Facebook can go back to its merry ‘Real Name ways as German court rules in its favour
This is one decision that Facebook must have been looking forward to with its heart in its mouth. A German court today overturned an earlier order from the Hamburg data protection authority on Facebook’s “real name” policy. With this decision, the sword of Damocles hanging on Facebook’s real name policy is off, at least momentarily in Germany.
The German court has allowed the social networking giant to prevent its users from using fake names. Readers will remember that in July, 2015, Hamburg data protection authority ordered Facebook to allow users to use pseudonyms on its website. The authority had ruled that Facebook’s “real name” policy violates the right to privacy.
The Hamburg administrative court on Thursday overturned the Hamburg data protection authority’s decision and said Facebook did not have to implement the order for the time being since its headquarters are in Ireland and it only has to abide by the Irish law.
Facebook’s “real name” policy has been one of the most controversial rules on the site.
According to a Tech Crunch report, Facebook has recently received criticism over requiring people to provide forms of legal identification, which do not always reflect someone’s preferred name.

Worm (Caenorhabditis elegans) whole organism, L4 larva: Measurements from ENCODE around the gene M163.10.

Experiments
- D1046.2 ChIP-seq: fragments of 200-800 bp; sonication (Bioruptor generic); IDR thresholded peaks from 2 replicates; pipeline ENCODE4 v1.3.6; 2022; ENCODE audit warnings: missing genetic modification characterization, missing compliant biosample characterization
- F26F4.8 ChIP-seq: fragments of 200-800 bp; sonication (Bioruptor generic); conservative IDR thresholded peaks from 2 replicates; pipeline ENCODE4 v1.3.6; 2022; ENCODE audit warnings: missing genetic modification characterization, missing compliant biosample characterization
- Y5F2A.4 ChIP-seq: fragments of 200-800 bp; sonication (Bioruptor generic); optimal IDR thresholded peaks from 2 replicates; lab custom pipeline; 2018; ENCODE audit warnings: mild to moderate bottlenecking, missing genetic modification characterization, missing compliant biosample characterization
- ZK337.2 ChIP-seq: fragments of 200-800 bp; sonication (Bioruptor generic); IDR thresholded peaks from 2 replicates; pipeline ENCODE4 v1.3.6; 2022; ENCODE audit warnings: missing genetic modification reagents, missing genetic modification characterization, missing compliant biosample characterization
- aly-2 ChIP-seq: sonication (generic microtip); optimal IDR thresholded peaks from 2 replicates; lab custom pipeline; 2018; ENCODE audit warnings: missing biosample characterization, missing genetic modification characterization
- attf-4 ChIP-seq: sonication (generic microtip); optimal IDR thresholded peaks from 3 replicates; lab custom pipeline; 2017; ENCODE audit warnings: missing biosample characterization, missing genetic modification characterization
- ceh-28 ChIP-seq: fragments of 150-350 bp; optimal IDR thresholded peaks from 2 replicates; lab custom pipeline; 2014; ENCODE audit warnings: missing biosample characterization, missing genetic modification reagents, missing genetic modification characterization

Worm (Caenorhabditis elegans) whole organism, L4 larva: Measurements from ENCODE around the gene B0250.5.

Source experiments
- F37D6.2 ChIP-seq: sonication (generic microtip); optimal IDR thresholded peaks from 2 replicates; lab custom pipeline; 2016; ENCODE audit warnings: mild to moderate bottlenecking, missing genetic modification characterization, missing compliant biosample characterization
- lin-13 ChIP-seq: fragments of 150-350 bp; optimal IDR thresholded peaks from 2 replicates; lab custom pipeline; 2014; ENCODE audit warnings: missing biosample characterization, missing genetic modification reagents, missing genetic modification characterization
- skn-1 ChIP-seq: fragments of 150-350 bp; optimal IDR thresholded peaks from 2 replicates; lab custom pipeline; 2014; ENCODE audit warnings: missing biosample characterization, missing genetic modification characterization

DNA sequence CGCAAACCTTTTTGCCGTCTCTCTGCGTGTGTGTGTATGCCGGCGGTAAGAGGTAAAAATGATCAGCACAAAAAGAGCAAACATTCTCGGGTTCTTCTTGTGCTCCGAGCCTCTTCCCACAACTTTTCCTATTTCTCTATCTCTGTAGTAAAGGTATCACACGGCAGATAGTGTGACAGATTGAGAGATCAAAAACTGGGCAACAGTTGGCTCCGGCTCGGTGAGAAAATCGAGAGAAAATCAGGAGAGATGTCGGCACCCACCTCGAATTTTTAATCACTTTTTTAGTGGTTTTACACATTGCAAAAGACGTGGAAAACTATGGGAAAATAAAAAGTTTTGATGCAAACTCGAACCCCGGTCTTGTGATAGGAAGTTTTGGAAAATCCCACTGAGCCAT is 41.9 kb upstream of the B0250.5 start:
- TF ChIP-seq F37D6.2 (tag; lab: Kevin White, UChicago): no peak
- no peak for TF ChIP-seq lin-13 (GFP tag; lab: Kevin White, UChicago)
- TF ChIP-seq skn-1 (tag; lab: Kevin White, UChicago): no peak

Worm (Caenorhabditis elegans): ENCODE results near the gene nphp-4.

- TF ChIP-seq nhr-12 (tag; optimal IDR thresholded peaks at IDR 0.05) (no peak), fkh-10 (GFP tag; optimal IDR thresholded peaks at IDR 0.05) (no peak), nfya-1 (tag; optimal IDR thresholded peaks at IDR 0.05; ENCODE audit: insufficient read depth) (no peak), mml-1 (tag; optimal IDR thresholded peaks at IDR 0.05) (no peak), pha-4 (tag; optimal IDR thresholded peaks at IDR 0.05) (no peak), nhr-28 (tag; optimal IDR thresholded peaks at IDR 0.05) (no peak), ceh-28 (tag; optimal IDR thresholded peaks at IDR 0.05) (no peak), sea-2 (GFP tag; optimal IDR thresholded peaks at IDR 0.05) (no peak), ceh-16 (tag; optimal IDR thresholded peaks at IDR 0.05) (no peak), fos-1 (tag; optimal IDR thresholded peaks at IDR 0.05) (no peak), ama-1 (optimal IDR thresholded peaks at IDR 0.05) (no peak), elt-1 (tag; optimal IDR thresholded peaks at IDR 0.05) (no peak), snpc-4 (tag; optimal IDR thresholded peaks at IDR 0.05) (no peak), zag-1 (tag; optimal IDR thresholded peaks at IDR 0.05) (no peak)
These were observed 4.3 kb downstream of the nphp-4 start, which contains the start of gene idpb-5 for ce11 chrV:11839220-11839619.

Under flak from its users, Facebook has recently announced couple of changes to its real name policy to empower people from communities who are either marginalised or face discrimination, including the LGBT community.
According to Justin Osofsky, vice president of global operations at Facebook, the company wants to reduce the number of people who are asked to verify their name on Facebook when they are already using the name people know them by.
“On Facebook, we require people to use the name their friends and family know them by. When people use the names they are known by, their actions and words carry more weight because they are more accountable for what they say,” Osofsky wrote in a blog post.
“However, after hearing feedback from our community, we recognise that it’s also important that this policy works for everyone, especially for communities who are marginalised or face discrimination. That’s why we’re continuing to make improvements in this area,” he wrote.